Social Media ROI: Forrester Delivers the Voice of Reason and Reality

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All sorts of agencies, social media technology companies, and analyst firms have hit on a lead generation gold mine: write a paper, conduct a webinar, or host an event that includes “ROI” and “social media” in any combination with any set of connecting articles and prepositions, and the masses will come! The beauty of B2B marketing is that the title and description of any such content is all that really needs to be compelling to get someone to fill out a registration form — the content itself can totally under-deliver…and it’s too late for the consumers of it to remove themselves as leads when they realize that’s the case!

Of the dozens of webinars I’ve attended, blog posts I’ve read, and white papers I’ve perused that fall into this “social media ROI” bucket, not a single one has actually delivered content about calculating a true return on investment in a valid and realistic way based on social media investments. That’s not to say they don’t have good content, but they all wind up with the same basic position: have clear objectives for your social media efforts, establish a set of relevant KPIs/metrics based on those objectives, and then measure them!

When a paper titled The ROI of Social Media Marketing (available behind a registration form from Crowd Factory — see the first paragraph above!) written by Forrester analyst Augie Ray (and others) came across my inbox by way of eMarketer last week, I had low expectations. I scanned it quickly and honed in on the following tip late in the paper:

Don’t use the term “ROI” unless you are referencing financial returns. ROI has an established and understood meaning — it is a financial measure, not a synonym for the word “results.” Marketers who promise ROI may be setting expectations that cannot be delivered by social measures.

Bingo! But, then, what is up with the title of the paper? Was there intense internal pressure at Forrester to write something about calculating social media ROI? Did Ray protest, but then finally cave and write a spot-on paper with an overpromising title…and then slip in an ironic paragraph to poke a little fun? I don’t know, but I loudly read out the above when I saw it (to the mild chagrin of everyone within 50 feet of my desk; I’m known in the office for periodic rants about the over-hyping of ROI, so I mostly just generated bemused eyerolls).

The idea the paper posits is to take inspiration from the balanced scorecard framework — not taken to any sort of extreme, but pointing out that social media impacts multiple differing facets of a brand’s performance. Ray neither presses to have a full-blown, down-to-the-individual-performer application of balanced scorecard concepts, nor does he stick to the specific four dimensions of a pure balanced scorecard approach. What he does put forth is highly practical, though!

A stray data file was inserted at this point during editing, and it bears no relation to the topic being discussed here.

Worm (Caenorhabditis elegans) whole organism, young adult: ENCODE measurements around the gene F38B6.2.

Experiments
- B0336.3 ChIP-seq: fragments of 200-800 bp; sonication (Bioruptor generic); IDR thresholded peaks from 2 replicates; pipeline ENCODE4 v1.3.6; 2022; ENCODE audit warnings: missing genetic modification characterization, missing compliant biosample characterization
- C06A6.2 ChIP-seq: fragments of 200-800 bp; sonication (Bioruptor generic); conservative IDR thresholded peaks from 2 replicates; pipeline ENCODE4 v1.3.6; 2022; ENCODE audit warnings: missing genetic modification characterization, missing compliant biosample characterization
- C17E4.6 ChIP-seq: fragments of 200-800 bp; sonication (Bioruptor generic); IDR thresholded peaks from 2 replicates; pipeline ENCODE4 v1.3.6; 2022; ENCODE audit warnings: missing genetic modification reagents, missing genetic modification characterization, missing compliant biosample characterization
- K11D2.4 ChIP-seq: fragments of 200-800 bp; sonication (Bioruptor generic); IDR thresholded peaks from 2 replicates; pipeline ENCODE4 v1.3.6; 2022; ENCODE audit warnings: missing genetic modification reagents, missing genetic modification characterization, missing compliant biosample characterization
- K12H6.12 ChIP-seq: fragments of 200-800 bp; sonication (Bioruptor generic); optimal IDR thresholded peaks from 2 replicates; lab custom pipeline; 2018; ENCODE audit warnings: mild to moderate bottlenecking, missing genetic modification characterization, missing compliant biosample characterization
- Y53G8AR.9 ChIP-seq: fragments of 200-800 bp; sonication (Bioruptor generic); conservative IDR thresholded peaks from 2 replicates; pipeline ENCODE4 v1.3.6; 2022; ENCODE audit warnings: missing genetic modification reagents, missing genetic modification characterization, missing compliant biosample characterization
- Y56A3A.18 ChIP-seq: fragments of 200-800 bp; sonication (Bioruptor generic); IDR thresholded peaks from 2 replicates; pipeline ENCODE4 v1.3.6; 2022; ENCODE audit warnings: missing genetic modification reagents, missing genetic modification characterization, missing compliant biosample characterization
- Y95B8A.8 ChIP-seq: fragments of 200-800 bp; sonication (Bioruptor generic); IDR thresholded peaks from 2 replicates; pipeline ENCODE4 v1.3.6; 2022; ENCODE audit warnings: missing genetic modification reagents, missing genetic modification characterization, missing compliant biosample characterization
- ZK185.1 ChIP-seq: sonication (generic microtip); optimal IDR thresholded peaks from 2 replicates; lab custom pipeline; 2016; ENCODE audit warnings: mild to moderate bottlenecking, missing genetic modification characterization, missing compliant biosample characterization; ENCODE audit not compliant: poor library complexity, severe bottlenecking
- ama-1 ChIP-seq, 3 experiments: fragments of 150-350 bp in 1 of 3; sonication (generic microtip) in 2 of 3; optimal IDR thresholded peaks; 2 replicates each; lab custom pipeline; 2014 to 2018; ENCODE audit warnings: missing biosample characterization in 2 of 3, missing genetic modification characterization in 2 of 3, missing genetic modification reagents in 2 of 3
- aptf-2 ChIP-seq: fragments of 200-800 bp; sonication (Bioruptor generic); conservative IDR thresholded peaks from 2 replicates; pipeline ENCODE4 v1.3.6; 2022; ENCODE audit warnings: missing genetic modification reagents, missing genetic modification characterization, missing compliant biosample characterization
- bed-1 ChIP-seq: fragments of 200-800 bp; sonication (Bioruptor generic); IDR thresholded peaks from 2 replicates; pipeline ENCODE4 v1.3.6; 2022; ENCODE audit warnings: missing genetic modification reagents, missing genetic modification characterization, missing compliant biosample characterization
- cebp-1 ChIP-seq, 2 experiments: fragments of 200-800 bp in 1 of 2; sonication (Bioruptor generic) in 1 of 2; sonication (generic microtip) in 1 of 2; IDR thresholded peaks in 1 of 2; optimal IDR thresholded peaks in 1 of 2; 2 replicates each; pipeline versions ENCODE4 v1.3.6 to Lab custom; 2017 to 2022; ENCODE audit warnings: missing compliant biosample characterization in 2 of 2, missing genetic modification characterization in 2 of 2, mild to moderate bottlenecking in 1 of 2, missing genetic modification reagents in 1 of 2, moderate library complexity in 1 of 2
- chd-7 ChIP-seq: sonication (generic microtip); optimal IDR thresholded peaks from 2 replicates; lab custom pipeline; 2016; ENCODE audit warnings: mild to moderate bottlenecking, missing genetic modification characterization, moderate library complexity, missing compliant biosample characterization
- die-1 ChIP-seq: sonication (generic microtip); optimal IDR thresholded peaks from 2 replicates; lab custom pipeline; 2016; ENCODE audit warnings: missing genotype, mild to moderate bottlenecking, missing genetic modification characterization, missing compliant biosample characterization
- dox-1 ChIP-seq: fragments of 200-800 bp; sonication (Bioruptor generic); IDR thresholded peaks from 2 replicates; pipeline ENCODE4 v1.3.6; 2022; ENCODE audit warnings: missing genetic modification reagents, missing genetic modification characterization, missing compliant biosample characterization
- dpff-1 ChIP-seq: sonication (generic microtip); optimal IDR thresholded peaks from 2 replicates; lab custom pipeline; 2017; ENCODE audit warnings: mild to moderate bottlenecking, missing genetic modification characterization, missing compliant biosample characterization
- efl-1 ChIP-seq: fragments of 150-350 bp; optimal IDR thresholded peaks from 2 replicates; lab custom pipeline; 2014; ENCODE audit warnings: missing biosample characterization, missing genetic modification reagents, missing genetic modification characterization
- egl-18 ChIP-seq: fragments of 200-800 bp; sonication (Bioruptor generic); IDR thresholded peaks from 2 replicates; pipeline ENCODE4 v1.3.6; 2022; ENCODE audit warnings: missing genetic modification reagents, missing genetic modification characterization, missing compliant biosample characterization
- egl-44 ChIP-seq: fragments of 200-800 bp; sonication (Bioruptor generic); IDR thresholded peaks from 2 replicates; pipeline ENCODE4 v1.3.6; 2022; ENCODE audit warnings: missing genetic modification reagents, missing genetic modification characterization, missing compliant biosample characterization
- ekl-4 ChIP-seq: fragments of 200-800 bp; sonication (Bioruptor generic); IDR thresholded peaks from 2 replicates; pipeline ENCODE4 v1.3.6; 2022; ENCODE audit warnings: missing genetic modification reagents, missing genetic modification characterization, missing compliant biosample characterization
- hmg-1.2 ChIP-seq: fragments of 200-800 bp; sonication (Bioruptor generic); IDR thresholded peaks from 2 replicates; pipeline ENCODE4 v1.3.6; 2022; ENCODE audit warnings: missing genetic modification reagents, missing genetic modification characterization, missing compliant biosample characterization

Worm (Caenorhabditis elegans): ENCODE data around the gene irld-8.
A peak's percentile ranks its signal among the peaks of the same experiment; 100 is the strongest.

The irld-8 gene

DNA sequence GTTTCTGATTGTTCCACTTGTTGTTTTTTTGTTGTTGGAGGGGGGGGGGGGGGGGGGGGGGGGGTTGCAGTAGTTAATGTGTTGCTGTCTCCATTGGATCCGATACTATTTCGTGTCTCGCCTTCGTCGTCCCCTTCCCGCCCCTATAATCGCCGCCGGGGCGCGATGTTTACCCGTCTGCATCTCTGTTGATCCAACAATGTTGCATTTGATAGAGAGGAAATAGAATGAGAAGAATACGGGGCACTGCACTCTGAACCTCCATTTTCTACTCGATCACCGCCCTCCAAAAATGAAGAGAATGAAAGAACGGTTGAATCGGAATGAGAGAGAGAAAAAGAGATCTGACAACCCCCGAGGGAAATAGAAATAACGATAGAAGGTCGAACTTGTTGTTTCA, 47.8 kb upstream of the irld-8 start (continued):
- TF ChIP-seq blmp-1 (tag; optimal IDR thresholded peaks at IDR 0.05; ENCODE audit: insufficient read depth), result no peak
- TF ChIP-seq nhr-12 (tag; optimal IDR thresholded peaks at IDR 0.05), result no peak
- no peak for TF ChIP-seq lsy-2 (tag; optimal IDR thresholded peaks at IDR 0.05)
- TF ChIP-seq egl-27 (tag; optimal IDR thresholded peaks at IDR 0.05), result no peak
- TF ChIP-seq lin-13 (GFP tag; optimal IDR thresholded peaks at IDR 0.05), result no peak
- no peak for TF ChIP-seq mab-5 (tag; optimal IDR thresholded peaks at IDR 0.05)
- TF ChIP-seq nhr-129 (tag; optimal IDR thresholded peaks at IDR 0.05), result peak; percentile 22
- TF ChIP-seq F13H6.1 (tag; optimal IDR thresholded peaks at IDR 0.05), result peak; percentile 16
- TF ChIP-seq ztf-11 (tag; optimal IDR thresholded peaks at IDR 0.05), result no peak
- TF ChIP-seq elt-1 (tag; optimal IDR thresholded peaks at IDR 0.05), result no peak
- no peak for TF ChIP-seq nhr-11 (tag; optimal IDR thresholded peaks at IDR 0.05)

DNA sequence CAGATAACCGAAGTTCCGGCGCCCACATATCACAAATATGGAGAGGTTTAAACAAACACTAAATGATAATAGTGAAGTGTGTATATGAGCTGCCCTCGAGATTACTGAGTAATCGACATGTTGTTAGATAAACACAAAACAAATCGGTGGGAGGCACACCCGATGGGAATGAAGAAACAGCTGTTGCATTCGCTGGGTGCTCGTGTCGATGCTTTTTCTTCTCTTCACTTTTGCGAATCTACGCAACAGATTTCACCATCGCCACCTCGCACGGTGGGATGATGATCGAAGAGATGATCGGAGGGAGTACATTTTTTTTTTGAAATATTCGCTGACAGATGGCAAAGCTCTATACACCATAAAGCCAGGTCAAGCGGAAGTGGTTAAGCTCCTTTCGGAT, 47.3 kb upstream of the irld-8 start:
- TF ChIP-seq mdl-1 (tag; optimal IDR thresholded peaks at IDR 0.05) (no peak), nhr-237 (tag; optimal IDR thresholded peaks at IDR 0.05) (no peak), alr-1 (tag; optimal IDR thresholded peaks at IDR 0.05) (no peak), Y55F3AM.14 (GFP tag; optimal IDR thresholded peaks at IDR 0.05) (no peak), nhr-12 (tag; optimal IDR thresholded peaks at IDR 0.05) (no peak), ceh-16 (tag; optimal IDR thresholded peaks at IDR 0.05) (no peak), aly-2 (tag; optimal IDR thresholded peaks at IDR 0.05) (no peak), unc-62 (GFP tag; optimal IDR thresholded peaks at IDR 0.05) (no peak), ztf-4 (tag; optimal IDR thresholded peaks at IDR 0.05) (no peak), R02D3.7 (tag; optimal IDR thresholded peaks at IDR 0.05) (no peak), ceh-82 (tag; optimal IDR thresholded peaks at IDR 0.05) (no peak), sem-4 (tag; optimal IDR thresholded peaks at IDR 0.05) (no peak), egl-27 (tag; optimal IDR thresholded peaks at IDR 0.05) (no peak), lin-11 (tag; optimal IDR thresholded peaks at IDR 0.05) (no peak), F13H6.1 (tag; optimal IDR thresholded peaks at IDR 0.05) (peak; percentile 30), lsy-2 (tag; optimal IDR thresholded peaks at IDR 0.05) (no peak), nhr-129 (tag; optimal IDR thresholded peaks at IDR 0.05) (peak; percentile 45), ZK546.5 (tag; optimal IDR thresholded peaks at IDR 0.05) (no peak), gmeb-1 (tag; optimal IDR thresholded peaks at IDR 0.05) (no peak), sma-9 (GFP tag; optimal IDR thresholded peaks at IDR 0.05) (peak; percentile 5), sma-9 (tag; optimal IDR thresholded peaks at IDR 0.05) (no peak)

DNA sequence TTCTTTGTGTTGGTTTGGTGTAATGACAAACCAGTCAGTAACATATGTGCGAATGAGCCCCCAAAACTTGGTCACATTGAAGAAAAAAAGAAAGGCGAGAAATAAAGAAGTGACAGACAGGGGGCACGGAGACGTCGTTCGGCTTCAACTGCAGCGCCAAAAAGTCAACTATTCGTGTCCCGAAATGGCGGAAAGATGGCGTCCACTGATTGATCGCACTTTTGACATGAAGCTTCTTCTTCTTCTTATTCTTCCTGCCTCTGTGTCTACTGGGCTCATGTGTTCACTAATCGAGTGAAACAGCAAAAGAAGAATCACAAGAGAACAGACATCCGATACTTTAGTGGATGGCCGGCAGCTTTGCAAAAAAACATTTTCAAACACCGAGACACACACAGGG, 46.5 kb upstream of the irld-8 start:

The four dimensions Ray suggests are:

  • Financial perspective (the only dimension that does map directly to a classic balanced scorecard approach) — revenue and cost savings directly attributable to social media
  • Brand perspective — classic brand measures such as awareness, preference, purchase intent, etc.
  • Risk management perspective — “not about creating positive ROI but reducing unforeseen negative ROI in the future” — a social media presence and engaged customers improve a brand’s ability to respond in a crisis; in theory, this has real value that can be estimated
  • Digital perspective — measuring the impact of social media on digital outcomes such as web site traffic, fan page growth, and so on; Ray points out, “In isolation, digital metrics provide a weak assessment of actual business results, but when used in concert with the other perspectives within a balanced marketing scorecard, they become more powerful and relevant.” Right on!!!

The paper is chock full of some fantastic little gems.

Which isn’t to say I agree with everything it says. One specific quibble is that, when discussing the financial perspective, the paper notes that media mix modeling (MMM) is one option for quantifying the financial impact of individual social media channels; while Ray notes that this is an expensive measurement technique, that’s actually an understatement — MMM is breaking down with the explosion of digital and social media…but that’s a subject for a whole other post! [Update: I finally got around to writing that post.]

At the end of the day, social media is complicated. It’s not measurable through a simple formula. It can strengthen a brand and drive long-term results that can’t be measured in a simplistic direct response model. Taking a nuanced look at measuring your social media marketing results through several different perspectives makes sense!

One Comment

  1. Thanks for the blog post. Glad we agree so much!

    As for the name of the report, I was under no pressure to use “ROI.” I am guilty of shamelessly exploiting the term ROI to get attention (which I figured was the way to attract those folks who misuse the term.)

    I’ll look forward to your future post on Media Mix Modeling!

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